Microsoft Excel© is my primary tool in customer projects. Very often it is used to build a report with data originating from multiple sources. Visual Basic for Applications (VBA) is the language of Excel macros. In the hands of a proper programmer – or even me – it is a powerful tool.
The routines shared here have been written using US English 32-bit version of Excel for Windows. Anyone who is serious about writing Excel macros to a larger audience than just one company with a consistent software platform should definitely use that version. It is the best bet – but not a sure bet – for your code to work in other language and level versions of Excel. All international versions of Excel run macros made on a US English platform – for the most part.
Most fumbles happen when handling dates and times. Sometimes it can just be as simple as the decimal sign. This is usually due to differences in Windows regional settings between the system where the code was written and the one running it. Most of the snippets provided here should not be affected by those settings.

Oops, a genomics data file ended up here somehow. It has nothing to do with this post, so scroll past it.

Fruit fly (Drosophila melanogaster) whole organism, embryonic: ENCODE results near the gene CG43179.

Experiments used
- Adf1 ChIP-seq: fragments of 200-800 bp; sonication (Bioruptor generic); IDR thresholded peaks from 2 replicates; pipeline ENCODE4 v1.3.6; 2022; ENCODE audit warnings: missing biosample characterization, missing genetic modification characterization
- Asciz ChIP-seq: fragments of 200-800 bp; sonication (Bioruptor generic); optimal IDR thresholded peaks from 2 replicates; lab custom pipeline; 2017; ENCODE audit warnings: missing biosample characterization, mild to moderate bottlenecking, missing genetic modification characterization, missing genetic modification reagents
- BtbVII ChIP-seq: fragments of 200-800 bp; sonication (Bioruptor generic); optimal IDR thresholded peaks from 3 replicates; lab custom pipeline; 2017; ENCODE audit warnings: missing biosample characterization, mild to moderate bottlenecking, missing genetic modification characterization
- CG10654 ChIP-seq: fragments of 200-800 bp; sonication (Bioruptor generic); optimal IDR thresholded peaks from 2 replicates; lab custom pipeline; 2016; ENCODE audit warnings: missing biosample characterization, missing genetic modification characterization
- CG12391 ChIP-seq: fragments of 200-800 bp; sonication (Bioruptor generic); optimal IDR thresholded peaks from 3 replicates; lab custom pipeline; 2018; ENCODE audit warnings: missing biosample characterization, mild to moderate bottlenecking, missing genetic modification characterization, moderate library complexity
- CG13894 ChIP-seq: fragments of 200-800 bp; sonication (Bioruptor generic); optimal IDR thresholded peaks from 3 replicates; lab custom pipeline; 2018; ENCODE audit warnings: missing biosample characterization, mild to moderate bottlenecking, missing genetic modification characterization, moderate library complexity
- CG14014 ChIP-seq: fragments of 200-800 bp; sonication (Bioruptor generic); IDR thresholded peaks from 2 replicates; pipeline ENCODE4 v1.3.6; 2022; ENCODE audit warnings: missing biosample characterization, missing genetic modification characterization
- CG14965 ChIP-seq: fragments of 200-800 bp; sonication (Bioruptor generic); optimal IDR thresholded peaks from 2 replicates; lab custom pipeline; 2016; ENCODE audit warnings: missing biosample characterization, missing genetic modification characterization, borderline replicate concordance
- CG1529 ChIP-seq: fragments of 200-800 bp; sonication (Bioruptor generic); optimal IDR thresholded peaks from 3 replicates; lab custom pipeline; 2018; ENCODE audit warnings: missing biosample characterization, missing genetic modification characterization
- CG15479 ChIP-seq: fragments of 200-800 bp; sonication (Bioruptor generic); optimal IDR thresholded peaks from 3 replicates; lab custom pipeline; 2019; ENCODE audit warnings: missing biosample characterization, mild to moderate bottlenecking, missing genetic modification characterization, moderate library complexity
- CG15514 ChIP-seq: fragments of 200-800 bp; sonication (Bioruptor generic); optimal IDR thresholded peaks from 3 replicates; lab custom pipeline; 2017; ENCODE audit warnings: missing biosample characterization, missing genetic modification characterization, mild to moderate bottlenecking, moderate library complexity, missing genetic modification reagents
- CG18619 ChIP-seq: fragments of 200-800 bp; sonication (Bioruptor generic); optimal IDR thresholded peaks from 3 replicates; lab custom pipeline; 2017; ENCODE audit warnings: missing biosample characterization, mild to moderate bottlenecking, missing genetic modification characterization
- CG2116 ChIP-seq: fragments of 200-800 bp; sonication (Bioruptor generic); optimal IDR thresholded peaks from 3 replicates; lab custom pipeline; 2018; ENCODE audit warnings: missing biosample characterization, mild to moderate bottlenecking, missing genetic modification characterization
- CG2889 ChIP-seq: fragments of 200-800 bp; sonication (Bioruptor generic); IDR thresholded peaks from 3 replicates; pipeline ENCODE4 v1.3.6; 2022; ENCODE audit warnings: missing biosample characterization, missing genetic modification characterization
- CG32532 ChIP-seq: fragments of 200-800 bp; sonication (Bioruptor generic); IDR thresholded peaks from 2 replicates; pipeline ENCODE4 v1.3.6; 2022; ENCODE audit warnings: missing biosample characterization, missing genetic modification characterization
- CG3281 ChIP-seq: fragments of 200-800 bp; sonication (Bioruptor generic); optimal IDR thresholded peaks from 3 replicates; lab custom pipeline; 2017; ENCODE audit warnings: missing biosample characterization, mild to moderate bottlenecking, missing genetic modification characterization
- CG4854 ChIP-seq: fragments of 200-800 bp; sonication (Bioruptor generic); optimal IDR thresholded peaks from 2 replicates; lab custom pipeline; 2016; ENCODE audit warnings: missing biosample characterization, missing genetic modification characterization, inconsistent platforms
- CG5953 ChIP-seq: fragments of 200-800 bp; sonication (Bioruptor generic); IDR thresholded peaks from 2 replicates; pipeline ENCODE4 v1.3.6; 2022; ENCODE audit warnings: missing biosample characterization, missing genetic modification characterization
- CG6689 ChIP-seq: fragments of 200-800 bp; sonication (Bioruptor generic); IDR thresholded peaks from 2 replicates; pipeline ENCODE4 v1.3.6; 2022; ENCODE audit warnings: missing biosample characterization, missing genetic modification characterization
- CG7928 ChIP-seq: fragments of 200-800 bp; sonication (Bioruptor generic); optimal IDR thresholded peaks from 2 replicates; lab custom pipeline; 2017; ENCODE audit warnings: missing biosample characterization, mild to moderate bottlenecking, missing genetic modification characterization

Do note that also the operating system that you are running on has a huge impact on the code. Depending on what you need to achieve VBA relies heavily on the dynamic libraries (DLLs in Windows) provided by your operating system. Most corporate Windows deployments are 64-bit and the routines I share have been tested on Windows 10.
These snippets have been written or at least verified to work on Excel 2016 for Windows. They should work on Excel versions from 2010 upwards. In order to utilize these routines in Excel for Mac you may need to do some tweaking.
Quite many of these procedures call one another to perform a part of the task or they require some declarations to be made as private or public. All such requirements are mentioned in the descriptions so please read them carefully.